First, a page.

If the team-member on the chair catches the ball, they get a point for their team and then swap with another member. This way the team rotates around and everyone should get a go on the chair. The game ends either after a certain period of time, or when a team reaches a pre-set number of goals (e.g. Ten).

If you have a bench, you could play a version where the person who scores a goal joins their team-mate on the bench. In this version, the number of players on the court slowly drops while the number of catchers on the bench increases. The idea is that the team who gets all their members on the bench first, wins. However if anyone falls off the bench, they have to go back on the court until they score another goal.

Extreme Musical Chairs!

15 October 2008 — 2 Comments

This is an adaptation of the familiar children’s game ‘Musical Chairs’ that makes it more physical and exciting for teenagers!

Numbers: groups of around 10 or over. Best with a large group of 50.
Suitable for: young people aged 11 and over.
Preparation time: 5 minutes
Venue: a medium to large sized hall.
Safety First: The game involves some running and some physical contact.
Equipment needed:

  • Enough chairs for each person playing (minus one or two)
  • Large exercise balls or other soft balls
  • Sound system or other equipment to play music

The game:
Set up a circle of chairs in the middle of the room facing outwards. There should be nearly enough for every person playing. At one end of the room away from the chairs, set up a ‘safe zone’. This could be marked by tape on the floor or by placing cones or other objects around it.

The game is played just like regular Musical Chairs. People walk around the circle of chairs until the music stops, and they then have to quickly sit down on an empty seat. As there are fewer chairs than people, this often results in pushing and shoving.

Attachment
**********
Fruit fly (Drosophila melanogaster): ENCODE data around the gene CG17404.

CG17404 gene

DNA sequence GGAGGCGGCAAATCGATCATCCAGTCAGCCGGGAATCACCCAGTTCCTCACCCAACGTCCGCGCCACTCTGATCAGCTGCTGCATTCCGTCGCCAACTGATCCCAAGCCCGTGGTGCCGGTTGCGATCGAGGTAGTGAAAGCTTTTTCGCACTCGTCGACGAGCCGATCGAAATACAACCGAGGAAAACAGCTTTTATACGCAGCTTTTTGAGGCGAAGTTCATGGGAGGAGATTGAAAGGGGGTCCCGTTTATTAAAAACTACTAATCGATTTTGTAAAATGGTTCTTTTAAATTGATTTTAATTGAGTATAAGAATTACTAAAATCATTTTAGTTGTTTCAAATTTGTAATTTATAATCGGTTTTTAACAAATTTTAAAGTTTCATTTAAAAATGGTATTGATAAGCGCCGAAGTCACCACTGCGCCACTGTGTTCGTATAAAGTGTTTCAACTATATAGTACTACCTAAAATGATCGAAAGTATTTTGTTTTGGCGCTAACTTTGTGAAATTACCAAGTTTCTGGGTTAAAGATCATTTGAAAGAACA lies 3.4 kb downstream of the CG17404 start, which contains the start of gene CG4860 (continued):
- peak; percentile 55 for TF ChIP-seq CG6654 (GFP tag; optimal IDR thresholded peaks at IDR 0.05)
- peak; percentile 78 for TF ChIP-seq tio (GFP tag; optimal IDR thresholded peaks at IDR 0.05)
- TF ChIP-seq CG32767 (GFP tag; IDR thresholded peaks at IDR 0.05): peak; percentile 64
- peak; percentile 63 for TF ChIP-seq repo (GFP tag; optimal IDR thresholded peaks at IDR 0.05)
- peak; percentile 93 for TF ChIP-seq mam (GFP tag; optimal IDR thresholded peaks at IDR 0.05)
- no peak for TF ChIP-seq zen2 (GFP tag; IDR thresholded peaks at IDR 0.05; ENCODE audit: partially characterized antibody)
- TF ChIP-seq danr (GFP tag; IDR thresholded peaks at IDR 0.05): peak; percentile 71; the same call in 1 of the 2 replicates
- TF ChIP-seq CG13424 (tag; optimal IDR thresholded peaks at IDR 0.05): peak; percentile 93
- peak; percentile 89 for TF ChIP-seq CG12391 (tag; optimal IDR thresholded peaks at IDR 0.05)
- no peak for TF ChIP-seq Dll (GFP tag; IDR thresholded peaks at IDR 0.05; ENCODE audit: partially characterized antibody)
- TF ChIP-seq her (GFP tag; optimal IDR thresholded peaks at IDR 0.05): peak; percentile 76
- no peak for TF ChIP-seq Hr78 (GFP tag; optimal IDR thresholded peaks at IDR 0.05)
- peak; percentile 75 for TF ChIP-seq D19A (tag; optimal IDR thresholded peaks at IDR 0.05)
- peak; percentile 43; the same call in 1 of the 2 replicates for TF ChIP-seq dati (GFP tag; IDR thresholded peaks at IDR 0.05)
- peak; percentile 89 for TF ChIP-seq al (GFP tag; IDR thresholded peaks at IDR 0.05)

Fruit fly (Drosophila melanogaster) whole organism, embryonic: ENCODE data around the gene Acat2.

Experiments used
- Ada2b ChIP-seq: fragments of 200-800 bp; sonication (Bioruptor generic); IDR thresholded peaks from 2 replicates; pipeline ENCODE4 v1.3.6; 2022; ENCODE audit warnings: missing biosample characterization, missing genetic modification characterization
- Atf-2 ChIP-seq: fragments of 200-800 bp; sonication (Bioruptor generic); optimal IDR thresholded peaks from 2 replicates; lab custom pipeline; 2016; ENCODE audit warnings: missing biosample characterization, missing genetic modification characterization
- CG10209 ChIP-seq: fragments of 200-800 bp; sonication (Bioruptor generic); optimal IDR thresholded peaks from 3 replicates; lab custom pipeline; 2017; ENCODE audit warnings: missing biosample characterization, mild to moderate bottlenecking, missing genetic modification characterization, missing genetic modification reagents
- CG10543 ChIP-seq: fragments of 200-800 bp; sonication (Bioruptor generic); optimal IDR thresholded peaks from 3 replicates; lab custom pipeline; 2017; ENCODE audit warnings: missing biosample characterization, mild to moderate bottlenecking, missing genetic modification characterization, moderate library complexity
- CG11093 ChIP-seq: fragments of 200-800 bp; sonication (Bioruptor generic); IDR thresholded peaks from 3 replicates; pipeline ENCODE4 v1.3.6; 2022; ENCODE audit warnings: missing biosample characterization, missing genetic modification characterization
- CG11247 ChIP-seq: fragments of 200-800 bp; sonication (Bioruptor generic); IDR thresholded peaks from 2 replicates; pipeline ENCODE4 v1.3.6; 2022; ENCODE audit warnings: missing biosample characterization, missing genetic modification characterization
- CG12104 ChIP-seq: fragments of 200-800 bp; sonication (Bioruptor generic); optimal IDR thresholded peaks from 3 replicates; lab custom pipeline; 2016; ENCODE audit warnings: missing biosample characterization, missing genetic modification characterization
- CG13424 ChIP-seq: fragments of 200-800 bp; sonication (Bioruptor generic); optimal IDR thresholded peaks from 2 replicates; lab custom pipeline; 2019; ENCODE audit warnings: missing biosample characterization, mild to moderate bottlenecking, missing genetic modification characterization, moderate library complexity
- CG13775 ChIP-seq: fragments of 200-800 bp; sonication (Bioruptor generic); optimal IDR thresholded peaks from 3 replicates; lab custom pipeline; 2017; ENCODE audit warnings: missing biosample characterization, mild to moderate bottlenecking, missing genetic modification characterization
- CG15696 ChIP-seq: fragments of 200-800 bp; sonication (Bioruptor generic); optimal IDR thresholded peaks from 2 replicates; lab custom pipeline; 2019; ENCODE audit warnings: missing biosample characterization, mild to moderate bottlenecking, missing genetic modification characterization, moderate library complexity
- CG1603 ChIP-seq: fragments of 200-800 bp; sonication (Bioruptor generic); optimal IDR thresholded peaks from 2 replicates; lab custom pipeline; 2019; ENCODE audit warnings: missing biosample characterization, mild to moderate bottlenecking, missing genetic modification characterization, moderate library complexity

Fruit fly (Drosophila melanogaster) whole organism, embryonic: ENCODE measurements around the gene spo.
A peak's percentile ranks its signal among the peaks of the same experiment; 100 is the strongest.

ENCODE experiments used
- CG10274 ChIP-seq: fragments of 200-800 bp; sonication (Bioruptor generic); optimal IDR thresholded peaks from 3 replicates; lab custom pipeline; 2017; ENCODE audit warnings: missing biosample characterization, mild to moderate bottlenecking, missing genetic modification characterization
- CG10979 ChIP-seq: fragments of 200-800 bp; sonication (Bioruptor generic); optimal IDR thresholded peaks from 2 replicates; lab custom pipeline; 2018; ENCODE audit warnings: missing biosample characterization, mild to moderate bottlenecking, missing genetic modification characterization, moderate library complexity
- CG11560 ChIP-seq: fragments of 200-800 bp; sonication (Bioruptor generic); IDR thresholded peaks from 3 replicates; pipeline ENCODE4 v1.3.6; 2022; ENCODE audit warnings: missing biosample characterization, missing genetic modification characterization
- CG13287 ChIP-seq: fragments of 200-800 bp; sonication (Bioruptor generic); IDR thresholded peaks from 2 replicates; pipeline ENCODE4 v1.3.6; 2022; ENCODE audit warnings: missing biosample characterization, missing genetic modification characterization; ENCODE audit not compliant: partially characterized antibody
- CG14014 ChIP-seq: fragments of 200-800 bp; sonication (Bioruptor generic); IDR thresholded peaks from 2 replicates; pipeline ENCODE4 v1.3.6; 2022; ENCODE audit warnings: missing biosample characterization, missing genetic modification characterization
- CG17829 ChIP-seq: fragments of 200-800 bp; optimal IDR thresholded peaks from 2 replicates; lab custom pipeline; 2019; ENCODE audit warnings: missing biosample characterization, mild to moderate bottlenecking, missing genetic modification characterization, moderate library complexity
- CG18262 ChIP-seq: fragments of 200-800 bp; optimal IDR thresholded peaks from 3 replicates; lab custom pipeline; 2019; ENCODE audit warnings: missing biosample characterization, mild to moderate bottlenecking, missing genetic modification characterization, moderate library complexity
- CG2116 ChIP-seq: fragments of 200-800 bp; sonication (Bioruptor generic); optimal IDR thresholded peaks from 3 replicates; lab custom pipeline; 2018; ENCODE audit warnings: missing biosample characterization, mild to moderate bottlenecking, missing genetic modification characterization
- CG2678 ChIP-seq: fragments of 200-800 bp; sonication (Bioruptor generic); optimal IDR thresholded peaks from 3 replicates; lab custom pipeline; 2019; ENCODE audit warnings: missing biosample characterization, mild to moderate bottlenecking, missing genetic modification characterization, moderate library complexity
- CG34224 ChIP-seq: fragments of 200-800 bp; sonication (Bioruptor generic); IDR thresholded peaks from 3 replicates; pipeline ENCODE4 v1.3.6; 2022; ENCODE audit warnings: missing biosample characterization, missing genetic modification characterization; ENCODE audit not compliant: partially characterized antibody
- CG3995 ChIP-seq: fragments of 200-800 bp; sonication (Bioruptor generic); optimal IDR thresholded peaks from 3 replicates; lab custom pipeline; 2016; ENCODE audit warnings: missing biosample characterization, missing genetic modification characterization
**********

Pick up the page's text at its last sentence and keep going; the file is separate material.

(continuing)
This is where the extreme part comes in. Any person that did not manage to sit on a chair has to quickly run for the safe zone while leaders (or selected young people) throw the balls at them. If they make it to the safe zone without being hit, they are free to play the next round. If they do get hit by a ball before they reach the safe zone, they are out and have to watch from the side. If the players run to the safe zone and there are still chairs available in the circle, they must run back and try to get onto the chair. This adds an element of excitement to the game and gives the players a chance to remain in.

Once everyone is either safe or out, the next round starts and some more chairs are taken away from the circle. Keep going until only 2 people are left in.

Hopping Sumos

4 May 2008 — Leave a comment

This is quite a physical game that requires some contact but is a lot of fun.

Numbers: groups of around 6 or over. Works best with around 20
Suitable for: older children and teens (8-18’s) although many adults enjoy this too!
Preparation time: none
Venue: suitable for a small hall or area
Safety First: this game involves people knocking into each other, so has a slight risk of injury (although we’ve never had a problem). If you have particularly aggressive individuals, you might want to think about wearing padding or sumo-style suits.
Equipment needed:

  • pen and paper to write down scores

The Game:
Get everyone to pair up with a partner and stand opposite each other a few feet apart while lining up with other pairs. You should end up with two lines of people facing off against each other with a big space between. This is your arena! Now number each pair from 1 upwards and ask them to remember it.

When the game starts, the referee calls out a number and that pair steps forward into the arena – except that they have to keep hopping on one foot while keeping their arms folded! The idea is that by hopping around and knocking into each other, the opponents have to try and make the other put their second foot back on the floor.

By keeping their arms folded during the game, it stops people from grabbing each other and pulling their opponent down. Instead they must try and catch the other off balance
The person that remains hopping wins the battle and gains a point for their team before returning to the line. Then another pair has a go.

The referee continues to call out numbers until each pair has had a turn. You can then repeat and allow everyone another chance or you start to call out 2 numbers at a time to create bigger battles and tag teams!